The effects of a low carbohydrate diet, similar to that popularized by the late Dr. Robert Atkins, in obese 12-18 year olds was examined by Sondike and colleagues. Sixteen adolescents ate a diet in which carbohydrates were restricted, but no limits were placed on protein and fat intake. A control group was instructed to eat a low fat diet emphasizing fat-free dairy, fruits, vegetables and whole grains. Subjects in both groups were recommended to take a multivitamin supplement and to exercise for 30 minutes 3 times per week. After 12 weeks, the sixteen subjects eating a low carbohydrate diet lost almost 2½ times more weight than the fourteen eating a high carbohydrate control diet (9.9kg versus 4.1kg). This greater weight loss occurred despite the fact that those on the Atkins-style diet consumed two-thirds more calories than the low fat dieters (1830 versus 1100 calories per day). No abnormalities were seen in serum electrolytes or kidney and liver function in either group. Eight patients in the low carbohydrate group, but only 1 patient in the low fat group, completed 1 year of follow-up; none of these patients had gained back the weight they had lost (47).

Fifty-three obese women were randomized to either an Atkins-style low carbohydrate diet or a calorie-restricted high carbohydrate diet by Brehm and co-workers. The women in the low carbohydrate group were instructed to eat freely - no restriction on total caloric intake was imposed. The women in the low fat, high carbohydrate group were placed on a reduced-calorie diet consisting of 55% carbohydrate, 15% protein, and 30% fat. All the women participated in both individual and group counseling sessions to encourage compliance, and all were instructed to maintain their usual level of activity. Throughout the study, women in the low fat group consumed an average of 1707 calories daily. Despite no calorie-restriction being demanded of the low carbohydrate dieters, the women in this group averaged only 1608 calories per day. Both groups had reduced their daily energy intake by approximately 450 calories from initial levels, but the low carbohydrate subjects lost more than twice as much weight as those on the high carbohydrate diet. Fifty to sixty percent of the weight lost in both groups was comprised of fat, and neither group showed any change in bone mineral density (48).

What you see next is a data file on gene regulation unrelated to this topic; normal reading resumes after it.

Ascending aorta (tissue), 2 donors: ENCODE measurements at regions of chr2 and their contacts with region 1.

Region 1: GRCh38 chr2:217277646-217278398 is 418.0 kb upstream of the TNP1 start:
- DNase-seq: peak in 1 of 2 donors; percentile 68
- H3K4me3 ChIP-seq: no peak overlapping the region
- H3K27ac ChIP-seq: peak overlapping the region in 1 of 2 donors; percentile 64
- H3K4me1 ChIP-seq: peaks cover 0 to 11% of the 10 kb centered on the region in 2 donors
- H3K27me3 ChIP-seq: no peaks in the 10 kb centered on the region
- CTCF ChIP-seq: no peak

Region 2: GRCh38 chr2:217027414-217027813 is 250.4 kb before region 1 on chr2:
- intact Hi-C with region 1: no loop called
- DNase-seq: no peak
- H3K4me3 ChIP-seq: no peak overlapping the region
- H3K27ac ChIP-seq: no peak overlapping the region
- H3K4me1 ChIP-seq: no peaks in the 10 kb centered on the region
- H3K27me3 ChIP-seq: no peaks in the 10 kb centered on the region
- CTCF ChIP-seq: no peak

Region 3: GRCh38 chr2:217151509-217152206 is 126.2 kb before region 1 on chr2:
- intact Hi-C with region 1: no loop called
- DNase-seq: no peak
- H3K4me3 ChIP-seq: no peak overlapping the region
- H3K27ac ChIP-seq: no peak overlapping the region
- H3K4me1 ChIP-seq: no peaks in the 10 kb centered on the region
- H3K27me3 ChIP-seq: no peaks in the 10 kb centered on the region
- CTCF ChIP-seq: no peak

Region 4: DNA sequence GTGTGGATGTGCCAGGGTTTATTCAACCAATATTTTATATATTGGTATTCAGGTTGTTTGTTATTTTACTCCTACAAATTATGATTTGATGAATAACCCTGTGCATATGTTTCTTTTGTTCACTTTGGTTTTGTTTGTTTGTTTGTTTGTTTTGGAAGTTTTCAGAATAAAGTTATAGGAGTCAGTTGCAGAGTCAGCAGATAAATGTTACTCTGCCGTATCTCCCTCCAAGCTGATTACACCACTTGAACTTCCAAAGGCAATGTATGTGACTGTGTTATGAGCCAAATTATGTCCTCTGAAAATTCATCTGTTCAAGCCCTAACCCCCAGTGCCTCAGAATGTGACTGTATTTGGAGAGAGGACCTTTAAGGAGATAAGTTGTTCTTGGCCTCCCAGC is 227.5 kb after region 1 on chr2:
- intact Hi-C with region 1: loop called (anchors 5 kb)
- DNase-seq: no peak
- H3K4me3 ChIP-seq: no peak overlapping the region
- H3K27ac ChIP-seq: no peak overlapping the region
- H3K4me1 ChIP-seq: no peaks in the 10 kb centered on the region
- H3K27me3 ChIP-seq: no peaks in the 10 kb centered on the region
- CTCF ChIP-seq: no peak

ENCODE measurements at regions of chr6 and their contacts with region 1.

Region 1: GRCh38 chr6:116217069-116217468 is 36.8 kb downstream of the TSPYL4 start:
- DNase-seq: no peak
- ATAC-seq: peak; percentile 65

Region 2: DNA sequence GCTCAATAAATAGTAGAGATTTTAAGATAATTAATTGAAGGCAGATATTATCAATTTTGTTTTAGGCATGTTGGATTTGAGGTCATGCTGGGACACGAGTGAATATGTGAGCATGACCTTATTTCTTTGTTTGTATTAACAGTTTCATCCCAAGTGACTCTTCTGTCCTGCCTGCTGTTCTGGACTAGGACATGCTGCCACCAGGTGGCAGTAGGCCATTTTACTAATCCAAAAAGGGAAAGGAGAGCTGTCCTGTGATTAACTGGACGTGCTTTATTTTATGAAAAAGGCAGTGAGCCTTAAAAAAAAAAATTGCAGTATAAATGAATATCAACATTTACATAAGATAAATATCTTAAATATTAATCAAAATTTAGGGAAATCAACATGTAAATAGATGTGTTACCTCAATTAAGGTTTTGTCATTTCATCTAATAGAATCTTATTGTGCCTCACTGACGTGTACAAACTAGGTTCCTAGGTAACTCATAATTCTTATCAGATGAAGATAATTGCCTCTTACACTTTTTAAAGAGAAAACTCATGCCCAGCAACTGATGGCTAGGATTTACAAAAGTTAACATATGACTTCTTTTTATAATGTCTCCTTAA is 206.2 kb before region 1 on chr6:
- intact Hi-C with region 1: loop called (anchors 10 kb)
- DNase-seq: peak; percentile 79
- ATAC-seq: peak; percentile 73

In May 2003, the prestigious New England Journal of Medicine published the results of two randomized trials which directly pitted low carbohydrate diets against conventional low fat, high carbohydrate diets. One of these was a 12-month study in which thirty-three obese subjects were again placed on an Atkins-style low carb diet. No restrictions were placed on fat and protein intake, but Dr. Atkin's standard protocol for limiting daily carbohydrate intake was employed. The 30 subjects assigned to the high carbohydrate group followed a low fat, high carbohydrate diet in which daily caloric intake was restricted to 1200-1500 for women, and 1500-1800 for men. Unlike other dietary intervention studies that employed regular counseling sessions with dietitians, participants in this study received a bare minimum of professional contact to replicate the conditions experienced by the average dieter. This lack of support no doubt contributed to the high rate of attrition - 13 subjects from the low fat group and 13 from the low carbohydrate group failed to complete the study.